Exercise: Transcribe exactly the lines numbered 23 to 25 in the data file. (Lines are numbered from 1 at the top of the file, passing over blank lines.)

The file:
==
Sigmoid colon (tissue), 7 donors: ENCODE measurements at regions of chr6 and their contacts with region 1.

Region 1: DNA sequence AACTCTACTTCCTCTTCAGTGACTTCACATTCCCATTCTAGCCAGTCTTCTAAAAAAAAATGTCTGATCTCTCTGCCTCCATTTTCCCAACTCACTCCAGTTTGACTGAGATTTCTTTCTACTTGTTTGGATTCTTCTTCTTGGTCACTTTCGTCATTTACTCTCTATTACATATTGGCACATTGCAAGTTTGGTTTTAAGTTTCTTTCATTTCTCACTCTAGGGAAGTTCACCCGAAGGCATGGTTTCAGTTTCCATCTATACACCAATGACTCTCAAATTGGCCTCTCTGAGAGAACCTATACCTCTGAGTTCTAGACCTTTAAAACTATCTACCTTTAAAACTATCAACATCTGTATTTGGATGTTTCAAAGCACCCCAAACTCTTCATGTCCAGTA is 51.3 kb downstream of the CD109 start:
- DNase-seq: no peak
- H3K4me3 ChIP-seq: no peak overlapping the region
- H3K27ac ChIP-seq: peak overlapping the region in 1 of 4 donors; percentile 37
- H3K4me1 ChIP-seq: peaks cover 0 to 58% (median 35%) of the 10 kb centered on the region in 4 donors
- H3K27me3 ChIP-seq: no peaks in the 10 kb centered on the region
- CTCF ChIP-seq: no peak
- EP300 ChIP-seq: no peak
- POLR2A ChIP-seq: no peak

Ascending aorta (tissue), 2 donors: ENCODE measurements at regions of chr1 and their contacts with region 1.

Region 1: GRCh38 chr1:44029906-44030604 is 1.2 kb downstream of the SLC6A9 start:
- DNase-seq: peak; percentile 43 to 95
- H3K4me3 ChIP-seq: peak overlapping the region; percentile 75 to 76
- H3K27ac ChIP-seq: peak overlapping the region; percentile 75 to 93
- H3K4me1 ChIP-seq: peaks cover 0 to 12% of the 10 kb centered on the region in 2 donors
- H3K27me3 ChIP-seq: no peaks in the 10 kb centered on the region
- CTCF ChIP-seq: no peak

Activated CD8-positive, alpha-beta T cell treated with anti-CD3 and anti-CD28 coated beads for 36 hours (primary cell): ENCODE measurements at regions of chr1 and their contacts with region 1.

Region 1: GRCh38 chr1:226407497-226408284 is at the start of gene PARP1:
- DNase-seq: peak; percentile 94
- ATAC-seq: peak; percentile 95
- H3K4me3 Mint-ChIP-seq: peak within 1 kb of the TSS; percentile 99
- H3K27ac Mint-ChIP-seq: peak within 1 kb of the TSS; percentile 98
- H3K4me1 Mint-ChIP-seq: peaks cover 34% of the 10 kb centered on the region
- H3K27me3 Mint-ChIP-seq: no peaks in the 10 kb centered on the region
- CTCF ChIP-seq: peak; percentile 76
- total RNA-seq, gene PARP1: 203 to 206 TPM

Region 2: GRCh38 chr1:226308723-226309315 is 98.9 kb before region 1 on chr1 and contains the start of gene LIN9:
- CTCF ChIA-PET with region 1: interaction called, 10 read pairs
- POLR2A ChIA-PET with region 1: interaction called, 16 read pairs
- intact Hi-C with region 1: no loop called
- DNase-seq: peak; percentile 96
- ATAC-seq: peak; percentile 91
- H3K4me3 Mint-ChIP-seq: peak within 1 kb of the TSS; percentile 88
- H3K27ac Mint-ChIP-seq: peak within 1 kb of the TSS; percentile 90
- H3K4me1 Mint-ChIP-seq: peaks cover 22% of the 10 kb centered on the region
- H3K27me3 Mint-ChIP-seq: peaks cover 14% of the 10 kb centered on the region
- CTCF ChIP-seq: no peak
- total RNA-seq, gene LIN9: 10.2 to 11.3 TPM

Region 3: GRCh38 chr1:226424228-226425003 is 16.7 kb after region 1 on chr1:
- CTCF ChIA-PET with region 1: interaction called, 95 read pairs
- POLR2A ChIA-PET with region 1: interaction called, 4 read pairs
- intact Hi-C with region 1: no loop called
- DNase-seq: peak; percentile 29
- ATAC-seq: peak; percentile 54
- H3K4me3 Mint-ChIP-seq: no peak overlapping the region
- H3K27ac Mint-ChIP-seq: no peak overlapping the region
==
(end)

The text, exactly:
- H3K4me3 Mint-ChIP-seq: peak within 1 kb of the TSS; percentile 99
- H3K27ac Mint-ChIP-seq: peak within 1 kb of the TSS; percentile 98
- H3K4me1 Mint-ChIP-seq: peaks cover 34% of the 10 kb centered on the region